The stake in our hearts

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Gloria Macapagal-Arroyo has received more than her share of comments for her repeated and failed attempts to meet US President Barack Obama. Probably because Valentine’s Day was approaching, early this week one commentator compared Mrs. Arroyo to a love-sick woman vainly pursuing the object of her affections. She’s also been accused of being caught in the “outdated” anti-terrorism framework of the unlamented Bush administration. And (gasp), those who fret over the country’s “image,” especially before the US and Americans (what will they say!), have complained that by crisscrossing the planet trying to catch Obama’s eye, she’s embarrassed not only herself and her government but the entire country as well.

No one has so far bothered to seriously ask why she should be so focused. That’s certainly because there’s a near universal assumption among Filipinos that every Philippine government needs US approval. After all, many Filipinos ache for the kind of American recognition and appreciation exemplified by singing a duet with Celine Dion, or beating a Mexican to a pulp in a Las Vegas ring to the roar of an all-American crowd.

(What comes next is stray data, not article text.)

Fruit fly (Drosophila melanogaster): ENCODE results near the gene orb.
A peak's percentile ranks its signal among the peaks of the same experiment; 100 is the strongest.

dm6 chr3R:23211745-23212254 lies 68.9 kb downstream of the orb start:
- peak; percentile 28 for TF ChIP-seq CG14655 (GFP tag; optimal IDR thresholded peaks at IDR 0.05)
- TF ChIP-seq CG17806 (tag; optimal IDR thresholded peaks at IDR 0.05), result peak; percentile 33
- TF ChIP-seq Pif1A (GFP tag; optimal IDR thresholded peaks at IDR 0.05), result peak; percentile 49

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Green with envy

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The contrast with Philippine elections couldn’t have been sharper. It wasn’t just the speed with which the results were being tallied that was the source of much head-shaking over our own slow-as-molasses count, nor with the way the US media were providing information on almost everything related to the elections, including a celebration in the village in Kenya where Barack Obama’s paternal grandmother lives.

More critically was the grace with which both winner and loser greeted the results a source of near-wonderment. In Phoenix, Arizona, the Republicans’ John McCain quieted his nastier supporters by calling his rival “my president” and noting the significance of his victory to US racial relations. Unlike Gloria Macapagal Arroyo, who once declared that she was president only of the Cebuanos who had supposedly given her their votes in 2004, in Chicago, Illinois, Democrat Barack Obama praised McCain’s service to country, and vowed that he would be the president of those who didn’t vote for him as well as of those who did.

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